Awkward or Awesome? What Your Hand Gestures Say When You’re Giving a Speech.

It’s the day of the annual meeting and your team is present from five locations across the U.S. to hear you speak. You’ve spent months preparing: seeking feedback, fine-tuning your presentation, and preparing delivery.

They applaud when you stand up. They laugh appreciatively when you deliver your opening. You feel you’ve got this in the bag.

Suddenly, you realize you have no idea what to do with your hands. You become increasingly aware of them.

First, you shove them in your pockets, but that doesn’t quite feel right. Then you hold them in front of you in the fig leaf position. Ouch, not so great either.

Maybe your hands would be better out of sight behind your back? Now you look like a drill sergeant. Your well-rehearsed speech is rapidly draining from your brain and out your fingertips.

You’re not alone. Most of the executives I coach spend a lot of time preparing what they’ll say, but fail to fully engage their audience because they haven’t figured out what to do with their hands.

In some cases, they realize it and look awkward at best. In other cases, they’re unaware that their hands tell one story and their mouth another. It’s not until we review the presentation together that they see how they lost their audience.

Here are three strategies for making great use of your hands to land your message:

1.  Give your hands a place

Place your hands by your sides. If you’re like most people, this will feel awkward to you at first. But to your audience you’ll look more at ease, confident, and open to engaging with them.

To distract yourself and become more comfortable, Communication Power President, Richard Klees, suggests that you lightly and subtly touch your index finger to your thumb. This allows you to physically connect with yourself and perhaps soothe you–or at least gives you something to do while keeping your mind off your hands.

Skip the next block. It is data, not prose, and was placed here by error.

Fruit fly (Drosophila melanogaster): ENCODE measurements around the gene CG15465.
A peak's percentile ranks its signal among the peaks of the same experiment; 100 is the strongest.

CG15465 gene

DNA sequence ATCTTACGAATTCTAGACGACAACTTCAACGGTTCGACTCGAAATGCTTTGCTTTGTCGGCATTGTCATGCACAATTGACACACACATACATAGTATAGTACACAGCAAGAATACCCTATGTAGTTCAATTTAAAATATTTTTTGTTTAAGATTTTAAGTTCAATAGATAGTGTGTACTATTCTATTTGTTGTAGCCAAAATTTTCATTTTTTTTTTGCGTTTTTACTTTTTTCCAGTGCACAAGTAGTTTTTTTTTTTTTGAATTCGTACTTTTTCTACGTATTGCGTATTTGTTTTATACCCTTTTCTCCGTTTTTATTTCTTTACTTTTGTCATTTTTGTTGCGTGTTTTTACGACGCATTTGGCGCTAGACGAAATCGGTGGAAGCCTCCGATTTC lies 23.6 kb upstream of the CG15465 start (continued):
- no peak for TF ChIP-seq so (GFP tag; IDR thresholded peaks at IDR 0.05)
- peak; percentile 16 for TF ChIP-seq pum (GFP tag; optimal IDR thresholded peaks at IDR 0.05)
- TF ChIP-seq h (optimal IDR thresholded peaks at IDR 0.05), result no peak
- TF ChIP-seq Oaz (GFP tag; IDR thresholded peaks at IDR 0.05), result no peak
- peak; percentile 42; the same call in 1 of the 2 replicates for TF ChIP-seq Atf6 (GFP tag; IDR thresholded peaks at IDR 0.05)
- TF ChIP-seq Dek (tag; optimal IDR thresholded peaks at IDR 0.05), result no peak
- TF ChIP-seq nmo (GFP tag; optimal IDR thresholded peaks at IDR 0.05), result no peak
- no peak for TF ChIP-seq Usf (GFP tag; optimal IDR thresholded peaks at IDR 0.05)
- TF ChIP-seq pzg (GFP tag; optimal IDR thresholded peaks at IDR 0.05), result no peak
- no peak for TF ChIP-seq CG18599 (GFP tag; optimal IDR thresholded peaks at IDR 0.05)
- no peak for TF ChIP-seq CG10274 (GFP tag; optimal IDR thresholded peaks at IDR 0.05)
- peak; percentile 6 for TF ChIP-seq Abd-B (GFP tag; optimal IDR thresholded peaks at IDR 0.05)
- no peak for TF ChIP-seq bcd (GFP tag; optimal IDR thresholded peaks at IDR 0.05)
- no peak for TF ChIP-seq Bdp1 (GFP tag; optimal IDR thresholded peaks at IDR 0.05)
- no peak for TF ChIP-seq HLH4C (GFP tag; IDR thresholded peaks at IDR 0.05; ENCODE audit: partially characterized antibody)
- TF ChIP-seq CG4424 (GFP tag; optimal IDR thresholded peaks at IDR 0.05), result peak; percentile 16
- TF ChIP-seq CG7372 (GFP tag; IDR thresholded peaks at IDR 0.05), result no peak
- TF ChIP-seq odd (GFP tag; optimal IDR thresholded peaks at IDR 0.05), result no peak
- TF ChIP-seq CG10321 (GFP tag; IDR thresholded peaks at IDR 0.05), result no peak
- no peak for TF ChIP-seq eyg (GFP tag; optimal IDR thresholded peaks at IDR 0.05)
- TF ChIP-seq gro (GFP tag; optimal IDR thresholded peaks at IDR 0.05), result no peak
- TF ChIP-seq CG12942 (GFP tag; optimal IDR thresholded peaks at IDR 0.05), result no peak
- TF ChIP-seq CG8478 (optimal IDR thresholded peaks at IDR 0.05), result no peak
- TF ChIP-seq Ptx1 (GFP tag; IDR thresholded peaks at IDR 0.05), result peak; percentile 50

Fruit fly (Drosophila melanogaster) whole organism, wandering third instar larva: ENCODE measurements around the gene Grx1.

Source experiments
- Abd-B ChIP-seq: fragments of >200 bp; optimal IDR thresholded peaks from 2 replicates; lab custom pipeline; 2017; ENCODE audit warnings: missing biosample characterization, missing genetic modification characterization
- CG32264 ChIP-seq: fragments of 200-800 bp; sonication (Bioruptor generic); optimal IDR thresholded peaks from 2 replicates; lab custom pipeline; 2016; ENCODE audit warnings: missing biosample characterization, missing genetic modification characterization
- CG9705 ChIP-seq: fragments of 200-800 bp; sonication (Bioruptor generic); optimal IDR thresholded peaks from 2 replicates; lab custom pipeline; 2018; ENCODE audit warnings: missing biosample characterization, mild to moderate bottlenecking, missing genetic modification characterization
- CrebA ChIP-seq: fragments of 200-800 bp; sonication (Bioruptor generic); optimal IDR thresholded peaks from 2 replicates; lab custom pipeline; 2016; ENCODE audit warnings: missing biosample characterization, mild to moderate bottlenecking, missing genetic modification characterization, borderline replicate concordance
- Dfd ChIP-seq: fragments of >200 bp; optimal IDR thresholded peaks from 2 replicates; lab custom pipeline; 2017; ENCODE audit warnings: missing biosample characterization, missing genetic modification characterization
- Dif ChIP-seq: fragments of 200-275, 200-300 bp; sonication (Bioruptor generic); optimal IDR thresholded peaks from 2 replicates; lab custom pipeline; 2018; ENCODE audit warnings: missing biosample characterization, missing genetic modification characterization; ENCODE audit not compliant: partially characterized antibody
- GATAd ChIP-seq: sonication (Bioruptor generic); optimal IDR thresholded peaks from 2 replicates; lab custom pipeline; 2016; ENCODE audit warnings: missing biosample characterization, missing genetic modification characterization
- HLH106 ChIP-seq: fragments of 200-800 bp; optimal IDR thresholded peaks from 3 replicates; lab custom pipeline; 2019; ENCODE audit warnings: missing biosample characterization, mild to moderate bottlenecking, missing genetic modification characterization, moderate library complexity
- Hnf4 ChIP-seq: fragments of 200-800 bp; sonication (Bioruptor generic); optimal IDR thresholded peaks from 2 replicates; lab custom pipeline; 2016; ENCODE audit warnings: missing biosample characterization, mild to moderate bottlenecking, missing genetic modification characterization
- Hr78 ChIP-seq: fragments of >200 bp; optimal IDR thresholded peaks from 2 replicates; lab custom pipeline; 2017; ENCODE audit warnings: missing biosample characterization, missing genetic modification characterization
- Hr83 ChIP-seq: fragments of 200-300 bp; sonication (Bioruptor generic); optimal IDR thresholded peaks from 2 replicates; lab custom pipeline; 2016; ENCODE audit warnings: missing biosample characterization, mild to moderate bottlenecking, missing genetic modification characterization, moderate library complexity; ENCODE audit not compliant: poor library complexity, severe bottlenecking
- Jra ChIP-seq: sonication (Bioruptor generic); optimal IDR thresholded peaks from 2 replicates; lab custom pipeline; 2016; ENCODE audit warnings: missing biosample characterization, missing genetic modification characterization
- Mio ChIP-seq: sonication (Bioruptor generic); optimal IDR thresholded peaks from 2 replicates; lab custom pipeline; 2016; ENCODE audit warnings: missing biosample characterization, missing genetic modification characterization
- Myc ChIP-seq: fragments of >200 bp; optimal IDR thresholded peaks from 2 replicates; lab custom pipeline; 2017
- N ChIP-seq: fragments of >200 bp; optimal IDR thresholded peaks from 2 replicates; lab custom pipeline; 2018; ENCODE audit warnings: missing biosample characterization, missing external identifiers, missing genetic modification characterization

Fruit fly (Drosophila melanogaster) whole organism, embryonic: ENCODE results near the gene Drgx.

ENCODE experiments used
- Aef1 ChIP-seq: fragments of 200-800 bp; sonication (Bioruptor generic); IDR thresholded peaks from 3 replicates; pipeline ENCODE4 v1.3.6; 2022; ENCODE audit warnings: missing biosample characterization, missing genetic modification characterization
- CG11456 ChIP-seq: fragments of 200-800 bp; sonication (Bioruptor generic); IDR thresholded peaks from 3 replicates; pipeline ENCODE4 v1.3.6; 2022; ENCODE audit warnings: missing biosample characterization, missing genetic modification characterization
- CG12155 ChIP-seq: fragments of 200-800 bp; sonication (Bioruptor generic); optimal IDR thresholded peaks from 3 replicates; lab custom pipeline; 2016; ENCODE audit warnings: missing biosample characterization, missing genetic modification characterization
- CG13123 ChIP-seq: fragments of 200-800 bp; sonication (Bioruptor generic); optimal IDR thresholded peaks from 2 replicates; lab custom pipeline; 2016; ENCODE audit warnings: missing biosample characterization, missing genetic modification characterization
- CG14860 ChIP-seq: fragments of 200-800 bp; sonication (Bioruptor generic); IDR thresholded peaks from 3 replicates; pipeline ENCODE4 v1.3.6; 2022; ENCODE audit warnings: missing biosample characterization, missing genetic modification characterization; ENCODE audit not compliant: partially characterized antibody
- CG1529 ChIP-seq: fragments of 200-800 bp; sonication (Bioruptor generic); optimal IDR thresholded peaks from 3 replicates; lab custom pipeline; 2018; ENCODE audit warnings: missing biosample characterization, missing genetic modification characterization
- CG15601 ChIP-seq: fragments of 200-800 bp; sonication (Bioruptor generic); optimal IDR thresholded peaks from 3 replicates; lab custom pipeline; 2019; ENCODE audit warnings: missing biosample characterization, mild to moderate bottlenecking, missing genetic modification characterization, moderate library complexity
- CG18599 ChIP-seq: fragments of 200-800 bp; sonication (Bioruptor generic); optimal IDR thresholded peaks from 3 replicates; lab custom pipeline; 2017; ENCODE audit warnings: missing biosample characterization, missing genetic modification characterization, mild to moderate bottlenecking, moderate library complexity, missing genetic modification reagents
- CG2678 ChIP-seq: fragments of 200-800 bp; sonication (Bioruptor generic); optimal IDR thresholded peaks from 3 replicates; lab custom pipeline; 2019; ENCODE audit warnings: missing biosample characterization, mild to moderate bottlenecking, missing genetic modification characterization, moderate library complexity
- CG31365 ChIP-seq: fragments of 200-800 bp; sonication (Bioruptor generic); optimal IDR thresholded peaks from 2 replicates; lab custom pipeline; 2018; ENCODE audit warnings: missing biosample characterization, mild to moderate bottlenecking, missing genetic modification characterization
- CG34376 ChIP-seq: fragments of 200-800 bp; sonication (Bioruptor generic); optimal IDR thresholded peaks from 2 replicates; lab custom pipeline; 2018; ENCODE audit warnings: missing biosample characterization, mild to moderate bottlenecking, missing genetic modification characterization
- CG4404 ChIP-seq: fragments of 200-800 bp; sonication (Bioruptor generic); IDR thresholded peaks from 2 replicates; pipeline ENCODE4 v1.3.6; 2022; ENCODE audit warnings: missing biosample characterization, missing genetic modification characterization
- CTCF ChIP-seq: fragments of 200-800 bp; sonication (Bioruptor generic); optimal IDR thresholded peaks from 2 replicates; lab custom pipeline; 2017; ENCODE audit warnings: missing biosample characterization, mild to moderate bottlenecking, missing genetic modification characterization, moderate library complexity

Watch how Isaac Lidsky, CEO of ODC Construction, uses his hands in the first few minutes of his TED talk.

2.  Give your hands a purpose

While keeping your hands by your sides is better than many other placements, if you only do this, you risk imitating a tin soldier. Impactful communicators use their hands at well-timed moments to underscore the meanings of the words they’re using.

What’s the most important word in the paragraph? What gesture can you use to further cement its meaning with your audience? Your gestures are more noticeable when you make them large.

I often coach people to “air out their armpits” when they gesture. In other words, make your gestures large and noticeable by allowing your arms to move further away from your torso.

Here’s Darren Tay, the first-place winner of the 2016 World Championship of Public Speaking, airing out his armpits to a great audience reception.

3. Give your hands power

Using an open palm facing outward towards the audience significantly increases the possibility that your audience will follow your lead.

In his TEDx talk, Body Language: The Power Is in the Palm of Your Hands, honorary professor of psychology at the Free International University of Moldova Alan Pease describes how you can immediately increase your power of influence by doing this.

If our eyes are the windows to our soul, our hands are our connection to others. For every hour you spend preparing what you’ll say, spend a minute practicing what you’ll do with your hands.

When your hands fly in formation with your words, your audience will follow and give you a bigger hand when you conclude.

This article appeared in Inc. on January 17, 2017.

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Sabina Nawaz

Sabina Nawaz is a global CEO coach, leadership keynote speaker, and writer working with executives in Fortune 500 corporations, government, non-profits, and academia.  Previously Sabina spent 14+ years at Microsoft first in software development and then in HR.  She led the company’s executive development and succession planning efforts for over 11,000 managers and 700 executives. Sabina has spoken at hundreds of seminars, events, and conferences. Sabina believes the greatest privilege of working with leaders is bearing witness to their acts of courage.

Look for more stories, insights, and advice on thriving as a leader on Forbes, HBR, and Inc and her TEDx talk. Follow her on Twitter or LinkedIn.

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